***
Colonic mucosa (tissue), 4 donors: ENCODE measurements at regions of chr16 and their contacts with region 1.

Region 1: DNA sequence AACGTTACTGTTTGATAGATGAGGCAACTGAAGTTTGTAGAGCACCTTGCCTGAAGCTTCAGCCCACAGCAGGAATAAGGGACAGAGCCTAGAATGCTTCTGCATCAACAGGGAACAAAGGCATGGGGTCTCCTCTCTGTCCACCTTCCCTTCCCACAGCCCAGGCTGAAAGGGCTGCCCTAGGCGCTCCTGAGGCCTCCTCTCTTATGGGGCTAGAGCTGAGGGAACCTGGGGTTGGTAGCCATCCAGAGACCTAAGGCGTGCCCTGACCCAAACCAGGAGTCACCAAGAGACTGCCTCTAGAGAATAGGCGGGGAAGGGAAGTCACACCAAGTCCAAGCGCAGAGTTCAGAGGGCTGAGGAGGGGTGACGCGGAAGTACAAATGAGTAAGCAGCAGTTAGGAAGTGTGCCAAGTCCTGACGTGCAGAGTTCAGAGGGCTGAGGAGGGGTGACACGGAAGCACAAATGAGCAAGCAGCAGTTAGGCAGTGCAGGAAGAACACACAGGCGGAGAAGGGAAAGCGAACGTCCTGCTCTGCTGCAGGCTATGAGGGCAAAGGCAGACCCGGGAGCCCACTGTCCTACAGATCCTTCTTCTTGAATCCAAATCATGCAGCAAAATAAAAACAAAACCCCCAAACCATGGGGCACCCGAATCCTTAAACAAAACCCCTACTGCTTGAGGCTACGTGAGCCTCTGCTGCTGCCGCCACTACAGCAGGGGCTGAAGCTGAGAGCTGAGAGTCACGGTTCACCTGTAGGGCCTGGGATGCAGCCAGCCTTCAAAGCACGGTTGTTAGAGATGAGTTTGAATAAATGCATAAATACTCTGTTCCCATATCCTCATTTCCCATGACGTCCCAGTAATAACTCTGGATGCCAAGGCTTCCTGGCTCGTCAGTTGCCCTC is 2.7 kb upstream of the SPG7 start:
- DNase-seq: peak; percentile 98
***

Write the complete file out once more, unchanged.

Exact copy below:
Colonic mucosa (tissue), 4 donors: ENCODE measurements at regions of chr16 and their contacts with region 1.

Region 1: DNA sequence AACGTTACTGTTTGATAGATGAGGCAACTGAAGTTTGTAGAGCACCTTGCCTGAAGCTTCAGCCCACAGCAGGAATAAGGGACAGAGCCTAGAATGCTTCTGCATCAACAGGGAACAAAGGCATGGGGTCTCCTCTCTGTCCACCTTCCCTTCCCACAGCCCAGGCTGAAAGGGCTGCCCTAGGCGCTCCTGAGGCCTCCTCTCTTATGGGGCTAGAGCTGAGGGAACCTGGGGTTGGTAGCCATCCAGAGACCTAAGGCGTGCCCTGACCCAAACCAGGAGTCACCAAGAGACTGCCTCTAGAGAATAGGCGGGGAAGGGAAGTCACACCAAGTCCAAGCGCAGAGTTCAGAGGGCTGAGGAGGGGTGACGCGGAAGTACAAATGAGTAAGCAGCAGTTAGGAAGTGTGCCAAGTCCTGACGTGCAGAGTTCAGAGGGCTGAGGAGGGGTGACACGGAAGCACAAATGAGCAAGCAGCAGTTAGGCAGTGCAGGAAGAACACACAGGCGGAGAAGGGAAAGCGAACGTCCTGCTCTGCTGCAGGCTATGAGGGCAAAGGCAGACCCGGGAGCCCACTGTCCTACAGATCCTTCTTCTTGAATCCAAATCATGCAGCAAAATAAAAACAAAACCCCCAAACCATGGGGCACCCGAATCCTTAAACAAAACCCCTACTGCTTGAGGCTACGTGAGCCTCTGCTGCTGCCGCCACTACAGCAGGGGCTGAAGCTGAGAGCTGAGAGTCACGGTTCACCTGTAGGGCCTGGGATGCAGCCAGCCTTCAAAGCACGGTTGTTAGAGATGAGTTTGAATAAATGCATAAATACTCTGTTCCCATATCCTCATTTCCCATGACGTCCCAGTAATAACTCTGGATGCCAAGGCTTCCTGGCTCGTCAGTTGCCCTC is 2.7 kb upstream of the SPG7 start:
- DNase-seq: peak; percentile 98